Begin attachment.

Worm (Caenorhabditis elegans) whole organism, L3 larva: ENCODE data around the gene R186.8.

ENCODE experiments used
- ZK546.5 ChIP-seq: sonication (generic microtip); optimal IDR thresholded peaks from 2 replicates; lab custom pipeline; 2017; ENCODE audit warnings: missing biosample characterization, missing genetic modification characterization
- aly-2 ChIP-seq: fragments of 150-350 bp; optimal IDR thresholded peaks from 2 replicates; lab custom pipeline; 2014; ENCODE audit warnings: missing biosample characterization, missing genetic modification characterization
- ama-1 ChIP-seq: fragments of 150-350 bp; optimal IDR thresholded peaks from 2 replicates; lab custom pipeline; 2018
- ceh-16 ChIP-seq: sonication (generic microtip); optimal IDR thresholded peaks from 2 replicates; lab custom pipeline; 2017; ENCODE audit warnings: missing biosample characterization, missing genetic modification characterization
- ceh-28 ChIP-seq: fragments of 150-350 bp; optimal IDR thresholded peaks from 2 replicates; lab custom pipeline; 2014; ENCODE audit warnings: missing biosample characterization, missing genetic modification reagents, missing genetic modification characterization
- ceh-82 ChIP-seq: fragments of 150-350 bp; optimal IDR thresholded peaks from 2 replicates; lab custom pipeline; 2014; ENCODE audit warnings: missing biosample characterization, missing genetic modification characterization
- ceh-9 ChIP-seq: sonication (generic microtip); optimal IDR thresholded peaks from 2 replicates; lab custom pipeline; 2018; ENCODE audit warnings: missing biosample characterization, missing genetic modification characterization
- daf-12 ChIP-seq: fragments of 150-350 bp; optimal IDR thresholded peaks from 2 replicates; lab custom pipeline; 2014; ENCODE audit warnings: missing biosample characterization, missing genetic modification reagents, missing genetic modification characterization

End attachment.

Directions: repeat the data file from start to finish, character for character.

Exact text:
Worm (Caenorhabditis elegans) whole organism, L3 larva: ENCODE data around the gene R186.8.

ENCODE experiments used
- ZK546.5 ChIP-seq: sonication (generic microtip); optimal IDR thresholded peaks from 2 replicates; lab custom pipeline; 2017; ENCODE audit warnings: missing biosample characterization, missing genetic modification characterization
- aly-2 ChIP-seq: fragments of 150-350 bp; optimal IDR thresholded peaks from 2 replicates; lab custom pipeline; 2014; ENCODE audit warnings: missing biosample characterization, missing genetic modification characterization
- ama-1 ChIP-seq: fragments of 150-350 bp; optimal IDR thresholded peaks from 2 replicates; lab custom pipeline; 2018
- ceh-16 ChIP-seq: sonication (generic microtip); optimal IDR thresholded peaks from 2 replicates; lab custom pipeline; 2017; ENCODE audit warnings: missing biosample characterization, missing genetic modification characterization
- ceh-28 ChIP-seq: fragments of 150-350 bp; optimal IDR thresholded peaks from 2 replicates; lab custom pipeline; 2014; ENCODE audit warnings: missing biosample characterization, missing genetic modification reagents, missing genetic modification characterization
- ceh-82 ChIP-seq: fragments of 150-350 bp; optimal IDR thresholded peaks from 2 replicates; lab custom pipeline; 2014; ENCODE audit warnings: missing biosample characterization, missing genetic modification characterization
- ceh-9 ChIP-seq: sonication (generic microtip); optimal IDR thresholded peaks from 2 replicates; lab custom pipeline; 2018; ENCODE audit warnings: missing biosample characterization, missing genetic modification characterization
- daf-12 ChIP-seq: fragments of 150-350 bp; optimal IDR thresholded peaks from 2 replicates; lab custom pipeline; 2014; ENCODE audit warnings: missing biosample characterization, missing genetic modification reagents, missing genetic modification characterization